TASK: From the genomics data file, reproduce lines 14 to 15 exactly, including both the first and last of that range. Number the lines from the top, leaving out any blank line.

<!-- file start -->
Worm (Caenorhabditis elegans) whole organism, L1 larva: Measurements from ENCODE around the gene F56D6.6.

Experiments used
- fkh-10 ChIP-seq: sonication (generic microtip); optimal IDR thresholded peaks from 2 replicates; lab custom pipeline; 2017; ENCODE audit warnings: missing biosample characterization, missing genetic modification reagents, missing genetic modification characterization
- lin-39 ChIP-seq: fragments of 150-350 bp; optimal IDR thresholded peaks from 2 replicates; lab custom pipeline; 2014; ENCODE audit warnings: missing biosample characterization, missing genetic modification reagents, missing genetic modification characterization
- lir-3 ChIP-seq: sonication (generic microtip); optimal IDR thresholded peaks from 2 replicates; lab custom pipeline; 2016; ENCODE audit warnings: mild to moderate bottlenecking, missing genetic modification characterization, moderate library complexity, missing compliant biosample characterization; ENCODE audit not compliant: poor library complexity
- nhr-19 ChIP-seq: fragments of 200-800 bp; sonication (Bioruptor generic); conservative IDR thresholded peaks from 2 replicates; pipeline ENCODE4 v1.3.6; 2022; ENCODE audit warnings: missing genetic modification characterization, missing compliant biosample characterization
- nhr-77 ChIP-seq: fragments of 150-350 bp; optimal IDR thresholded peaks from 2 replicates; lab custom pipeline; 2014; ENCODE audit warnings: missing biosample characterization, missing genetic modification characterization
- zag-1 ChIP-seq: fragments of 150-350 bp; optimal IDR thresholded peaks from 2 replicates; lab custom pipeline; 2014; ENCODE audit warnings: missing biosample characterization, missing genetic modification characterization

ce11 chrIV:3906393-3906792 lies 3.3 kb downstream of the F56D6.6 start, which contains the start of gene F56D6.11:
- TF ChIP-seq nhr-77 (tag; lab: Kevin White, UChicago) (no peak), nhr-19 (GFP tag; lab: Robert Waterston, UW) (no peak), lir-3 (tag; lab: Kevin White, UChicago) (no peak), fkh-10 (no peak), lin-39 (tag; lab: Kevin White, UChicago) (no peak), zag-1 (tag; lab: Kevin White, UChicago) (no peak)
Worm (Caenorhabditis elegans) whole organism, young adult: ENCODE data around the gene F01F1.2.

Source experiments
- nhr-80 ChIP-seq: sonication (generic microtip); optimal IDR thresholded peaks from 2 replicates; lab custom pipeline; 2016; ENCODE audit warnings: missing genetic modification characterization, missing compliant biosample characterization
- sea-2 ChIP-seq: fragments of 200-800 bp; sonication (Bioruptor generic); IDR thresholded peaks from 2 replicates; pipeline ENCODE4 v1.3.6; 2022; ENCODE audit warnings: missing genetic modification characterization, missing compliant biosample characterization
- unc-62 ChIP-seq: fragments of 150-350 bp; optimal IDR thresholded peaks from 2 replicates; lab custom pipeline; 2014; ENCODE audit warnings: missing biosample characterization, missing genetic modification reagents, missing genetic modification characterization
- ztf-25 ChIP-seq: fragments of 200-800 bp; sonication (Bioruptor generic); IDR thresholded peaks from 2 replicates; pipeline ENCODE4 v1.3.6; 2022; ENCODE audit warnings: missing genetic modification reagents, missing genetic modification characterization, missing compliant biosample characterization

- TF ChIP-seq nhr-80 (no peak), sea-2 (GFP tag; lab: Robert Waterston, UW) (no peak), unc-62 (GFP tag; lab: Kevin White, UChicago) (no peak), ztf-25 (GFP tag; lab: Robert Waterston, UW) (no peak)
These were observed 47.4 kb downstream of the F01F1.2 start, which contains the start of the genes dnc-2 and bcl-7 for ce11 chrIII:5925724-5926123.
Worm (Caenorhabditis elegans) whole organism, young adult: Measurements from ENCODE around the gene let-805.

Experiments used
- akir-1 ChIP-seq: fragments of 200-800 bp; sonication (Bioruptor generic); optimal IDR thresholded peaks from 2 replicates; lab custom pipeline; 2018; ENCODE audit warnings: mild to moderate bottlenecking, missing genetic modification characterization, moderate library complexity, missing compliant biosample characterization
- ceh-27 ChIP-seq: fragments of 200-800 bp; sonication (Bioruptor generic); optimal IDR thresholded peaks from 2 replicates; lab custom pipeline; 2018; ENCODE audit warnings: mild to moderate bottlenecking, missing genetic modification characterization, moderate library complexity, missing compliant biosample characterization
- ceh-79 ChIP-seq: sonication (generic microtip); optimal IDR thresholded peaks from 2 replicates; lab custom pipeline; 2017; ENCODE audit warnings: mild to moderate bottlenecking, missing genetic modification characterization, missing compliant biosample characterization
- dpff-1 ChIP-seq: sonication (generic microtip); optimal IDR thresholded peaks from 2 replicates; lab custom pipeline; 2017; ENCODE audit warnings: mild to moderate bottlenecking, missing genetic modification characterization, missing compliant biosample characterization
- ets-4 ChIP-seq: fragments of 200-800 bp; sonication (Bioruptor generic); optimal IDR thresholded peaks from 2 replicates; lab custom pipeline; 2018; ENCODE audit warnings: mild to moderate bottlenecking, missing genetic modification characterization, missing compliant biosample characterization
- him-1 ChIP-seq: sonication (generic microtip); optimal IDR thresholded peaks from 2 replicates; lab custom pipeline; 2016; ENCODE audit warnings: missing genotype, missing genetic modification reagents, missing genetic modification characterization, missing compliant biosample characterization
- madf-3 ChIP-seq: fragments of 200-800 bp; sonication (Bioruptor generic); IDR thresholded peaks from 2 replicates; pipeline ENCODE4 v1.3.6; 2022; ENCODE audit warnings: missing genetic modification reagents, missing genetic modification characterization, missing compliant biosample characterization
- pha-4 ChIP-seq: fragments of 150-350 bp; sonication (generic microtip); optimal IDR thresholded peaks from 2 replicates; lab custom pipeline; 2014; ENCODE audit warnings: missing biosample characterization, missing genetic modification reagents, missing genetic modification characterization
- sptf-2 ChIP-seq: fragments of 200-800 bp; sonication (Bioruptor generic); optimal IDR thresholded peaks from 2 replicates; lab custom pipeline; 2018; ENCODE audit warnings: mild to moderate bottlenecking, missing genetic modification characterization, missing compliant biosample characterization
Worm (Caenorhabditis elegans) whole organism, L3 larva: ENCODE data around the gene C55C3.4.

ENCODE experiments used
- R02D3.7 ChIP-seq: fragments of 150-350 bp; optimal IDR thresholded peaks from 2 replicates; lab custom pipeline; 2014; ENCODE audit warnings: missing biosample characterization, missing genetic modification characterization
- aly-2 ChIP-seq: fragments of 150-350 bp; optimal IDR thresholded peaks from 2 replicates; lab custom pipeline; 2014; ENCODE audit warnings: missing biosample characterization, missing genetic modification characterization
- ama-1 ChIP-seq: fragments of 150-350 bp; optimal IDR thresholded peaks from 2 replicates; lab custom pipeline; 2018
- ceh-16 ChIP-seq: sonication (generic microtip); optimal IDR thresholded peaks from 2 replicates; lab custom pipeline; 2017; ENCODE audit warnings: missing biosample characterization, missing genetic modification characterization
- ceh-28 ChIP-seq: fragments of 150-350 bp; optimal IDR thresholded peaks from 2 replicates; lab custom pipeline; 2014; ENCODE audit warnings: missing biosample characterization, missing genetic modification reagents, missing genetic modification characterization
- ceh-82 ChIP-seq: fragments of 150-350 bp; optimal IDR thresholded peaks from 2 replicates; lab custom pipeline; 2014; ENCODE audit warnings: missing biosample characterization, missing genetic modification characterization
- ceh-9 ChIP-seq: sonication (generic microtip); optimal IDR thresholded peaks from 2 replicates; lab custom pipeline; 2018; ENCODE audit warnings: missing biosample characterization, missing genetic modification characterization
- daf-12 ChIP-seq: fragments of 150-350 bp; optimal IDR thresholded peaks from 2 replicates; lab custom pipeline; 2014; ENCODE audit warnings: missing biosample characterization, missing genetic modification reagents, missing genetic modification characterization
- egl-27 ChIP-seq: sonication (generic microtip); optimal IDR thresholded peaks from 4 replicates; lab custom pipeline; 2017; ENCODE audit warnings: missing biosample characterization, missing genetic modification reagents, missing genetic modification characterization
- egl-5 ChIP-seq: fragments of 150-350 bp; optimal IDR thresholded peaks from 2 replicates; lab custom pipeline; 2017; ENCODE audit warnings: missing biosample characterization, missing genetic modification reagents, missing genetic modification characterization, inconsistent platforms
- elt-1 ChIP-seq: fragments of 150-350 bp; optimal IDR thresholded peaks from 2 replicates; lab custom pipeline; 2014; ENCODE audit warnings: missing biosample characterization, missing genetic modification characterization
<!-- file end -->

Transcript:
- sea-2 ChIP-seq: fragments of 200-800 bp; sonication (Bioruptor generic); IDR thresholded peaks from 2 replicates; pipeline ENCODE4 v1.3.6; 2022; ENCODE audit warnings: missing genetic modification characterization, missing compliant biosample characterization
- unc-62 ChIP-seq: fragments of 150-350 bp; optimal IDR thresholded peaks from 2 replicates; lab custom pipeline; 2014; ENCODE audit warnings: missing biosample characterization, missing genetic modification reagents, missing genetic modification characterization